Fear of unfair responsibility – Opinion
Pakistan’s system of governance and accountability may be on the verge of collapse. The system crumbles with dysfunctional bureaucracy and institutions. Very few agents and institutions are ready to act out of fear of unfair responsibility and victimization. From the outside, it appears that the accountability system has been carefully designed to victimize political and institutional opponents.
Whoever is in power uses the system to brutalize their opponents. The culture of media litigation is icing on the cake. The majority of the public is marginalized and disenfranchised, faced with a criminal justice system that protects the elite.
It looks like the whole system needs an overhaul. The ruling party rose to power on the slogan of justice. Sadly, the administration of justice has not improved over the past three years, as political victimization continues.
Those who have likely committed financial and white collar crimes have received NROs in the past, while the rest are granted amnesties from time to time. A few years later, these lead to new trials and interrogations under subsequent regimes, and the vicious circle continues.
Some cases are needlessly dragged along. When politics becomes personal, it leads to tac-for-tou. The public suffers as bureaucrats are reluctant to make business decisions, invariably resulting in delays. The cost is either borne by the public purse, and possibly by consumers. A similar story runs through most decision-making processes.
Outside of these high profile cases or trials, many professionals have been victimized in white collar crime cases. There are a number of accountability institutions dealing with white collar crime with no clear boundaries or jurisdiction. And the capacity of officials in these accountability institutions is weak to deal with financial crimes.
Then, sometimes, the justice system also fails to demonstrate its ability to deal with white collar crimes on merit. The whole value chain has capacity and competence issues. It sounds like the example of an old PTV drama “Choti si Duniya” where the main character Janu German won the English speaking contest for judges who cannot speak English. The German Janu wins today in real life.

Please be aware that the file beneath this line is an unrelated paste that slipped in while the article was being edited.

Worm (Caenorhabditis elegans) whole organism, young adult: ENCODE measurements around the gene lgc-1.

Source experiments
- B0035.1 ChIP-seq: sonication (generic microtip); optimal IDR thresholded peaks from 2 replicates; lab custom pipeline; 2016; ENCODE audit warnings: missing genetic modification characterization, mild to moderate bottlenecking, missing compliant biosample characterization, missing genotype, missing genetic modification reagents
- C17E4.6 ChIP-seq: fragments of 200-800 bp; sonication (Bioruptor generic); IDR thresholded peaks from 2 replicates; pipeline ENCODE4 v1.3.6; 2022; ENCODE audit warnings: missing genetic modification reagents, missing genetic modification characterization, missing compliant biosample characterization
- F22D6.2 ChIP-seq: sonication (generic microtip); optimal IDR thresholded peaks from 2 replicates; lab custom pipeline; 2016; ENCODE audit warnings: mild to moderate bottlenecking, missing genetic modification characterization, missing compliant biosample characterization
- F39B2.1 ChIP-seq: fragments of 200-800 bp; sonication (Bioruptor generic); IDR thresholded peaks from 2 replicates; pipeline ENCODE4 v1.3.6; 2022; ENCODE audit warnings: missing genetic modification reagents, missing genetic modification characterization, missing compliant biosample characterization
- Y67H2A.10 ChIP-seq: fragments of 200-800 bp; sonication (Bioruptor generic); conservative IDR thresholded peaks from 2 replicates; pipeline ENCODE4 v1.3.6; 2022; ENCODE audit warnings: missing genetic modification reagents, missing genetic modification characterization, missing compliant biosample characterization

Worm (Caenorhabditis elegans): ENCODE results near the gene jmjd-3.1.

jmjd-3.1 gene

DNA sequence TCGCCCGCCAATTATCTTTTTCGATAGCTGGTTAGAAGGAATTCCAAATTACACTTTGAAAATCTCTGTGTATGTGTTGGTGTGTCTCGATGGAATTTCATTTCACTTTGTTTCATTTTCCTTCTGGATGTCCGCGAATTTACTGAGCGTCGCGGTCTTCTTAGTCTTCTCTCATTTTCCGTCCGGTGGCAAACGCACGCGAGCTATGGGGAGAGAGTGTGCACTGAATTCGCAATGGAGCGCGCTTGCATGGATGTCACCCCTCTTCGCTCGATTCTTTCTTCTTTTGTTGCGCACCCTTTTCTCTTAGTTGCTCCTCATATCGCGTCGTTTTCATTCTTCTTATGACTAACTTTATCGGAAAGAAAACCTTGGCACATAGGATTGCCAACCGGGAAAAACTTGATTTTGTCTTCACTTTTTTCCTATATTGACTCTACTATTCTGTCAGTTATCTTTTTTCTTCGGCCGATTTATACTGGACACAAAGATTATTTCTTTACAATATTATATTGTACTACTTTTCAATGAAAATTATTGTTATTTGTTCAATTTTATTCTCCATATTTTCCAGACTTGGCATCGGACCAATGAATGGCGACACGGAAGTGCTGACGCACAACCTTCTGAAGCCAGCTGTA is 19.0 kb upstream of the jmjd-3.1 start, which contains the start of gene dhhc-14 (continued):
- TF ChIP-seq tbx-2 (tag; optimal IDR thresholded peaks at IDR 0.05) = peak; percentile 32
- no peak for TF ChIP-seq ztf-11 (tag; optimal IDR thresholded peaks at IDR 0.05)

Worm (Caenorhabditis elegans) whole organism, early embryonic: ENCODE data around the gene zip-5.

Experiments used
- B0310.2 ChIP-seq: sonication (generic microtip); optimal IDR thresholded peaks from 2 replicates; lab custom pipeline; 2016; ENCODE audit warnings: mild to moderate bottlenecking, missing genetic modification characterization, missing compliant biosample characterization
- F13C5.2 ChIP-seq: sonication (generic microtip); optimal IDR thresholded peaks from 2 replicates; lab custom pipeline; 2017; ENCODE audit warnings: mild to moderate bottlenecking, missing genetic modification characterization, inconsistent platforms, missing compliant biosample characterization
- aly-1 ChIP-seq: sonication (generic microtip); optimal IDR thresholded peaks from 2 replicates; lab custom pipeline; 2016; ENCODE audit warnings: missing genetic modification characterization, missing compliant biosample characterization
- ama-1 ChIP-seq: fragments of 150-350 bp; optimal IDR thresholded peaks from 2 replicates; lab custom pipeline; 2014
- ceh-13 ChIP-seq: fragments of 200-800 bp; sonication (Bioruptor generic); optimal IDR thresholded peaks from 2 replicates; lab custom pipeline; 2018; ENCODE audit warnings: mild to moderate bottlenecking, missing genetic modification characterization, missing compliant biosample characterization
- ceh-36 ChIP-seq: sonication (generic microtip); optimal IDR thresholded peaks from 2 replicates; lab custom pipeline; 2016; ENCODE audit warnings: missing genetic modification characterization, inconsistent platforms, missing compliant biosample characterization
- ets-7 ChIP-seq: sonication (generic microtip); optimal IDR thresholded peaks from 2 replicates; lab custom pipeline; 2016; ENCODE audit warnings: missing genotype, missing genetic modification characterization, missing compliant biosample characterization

The point is that officers of accountability institutions have the power to arrest and detain people. Bail is a fundamental right, not a privilege. How can an accused (not convicted) of white collar crime not be released on bail? According to a seasoned lawyer, in the “best” countries, unlicensed offenses are extreme crimes where the accused poses a threat to society if released – such as terrorism, murder, kidnapping. against ransom and drugs. Usually heinous and inhumane crimes are not susceptible to bail.
How can a person accused of financial crime be detained for a long time? This puts the person at a disadvantage in making their case. There are examples where the accused has been in custody for 5-6 years, and essentially that person faces a pre-trial conviction for years. There are cases where people die during the trial.
There are doubts about the ability of investigators and the system to deal with sophisticated (white collar) financial crimes. There are doubts about their background for dealing with such crimes. Do they have material that can be prosecuted under the relevant laws to determine criminal liability? According to a legal expert, those responsible for the case are concentrating on the classification of the cases but not on their logical conclusion. It seems the policy is to file cases for the good of the cases.
When an accused is unnecessarily detained and a media trial is held, that person’s reputation – whether a businessman or a government official – is tarnished. It is an irreparable loss for the person and their family. If that person is wrongly prosecuted and is a civil servant, their promotion or placement is in jeopardy. These come with social taboos. This is double victimization – one involves keeping the person in detention and the other has socio-economic consequences after the person is released. A lawyer called this phenomenon “harassment”.
Repairing the justice system is the most important structural reform required. And to carry out structural reforms in other sectors, policymakers need to make bold decisions. Without fear of undue accountability, officers are reluctant to even make routine decisions. The economy and society may not be able to point in the right direction without making criminal justice a fair system.
Copyright Business Recorder, 2021